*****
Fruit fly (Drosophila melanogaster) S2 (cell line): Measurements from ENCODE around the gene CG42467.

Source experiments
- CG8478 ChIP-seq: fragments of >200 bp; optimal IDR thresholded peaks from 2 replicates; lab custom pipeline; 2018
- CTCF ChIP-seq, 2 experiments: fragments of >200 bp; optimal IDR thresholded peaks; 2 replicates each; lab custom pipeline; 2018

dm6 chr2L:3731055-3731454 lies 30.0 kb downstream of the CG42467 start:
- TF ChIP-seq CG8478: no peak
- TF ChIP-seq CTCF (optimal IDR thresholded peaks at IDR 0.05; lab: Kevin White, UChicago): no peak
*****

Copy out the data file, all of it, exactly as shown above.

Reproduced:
Fruit fly (Drosophila melanogaster) S2 (cell line): Measurements from ENCODE around the gene CG42467.

Source experiments
- CG8478 ChIP-seq: fragments of >200 bp; optimal IDR thresholded peaks from 2 replicates; lab custom pipeline; 2018
- CTCF ChIP-seq, 2 experiments: fragments of >200 bp; optimal IDR thresholded peaks; 2 replicates each; lab custom pipeline; 2018

dm6 chr2L:3731055-3731454 lies 30.0 kb downstream of the CG42467 start:
- TF ChIP-seq CG8478: no peak
- TF ChIP-seq CTCF (optimal IDR thresholded peaks at IDR 0.05; lab: Kevin White, UChicago): no peak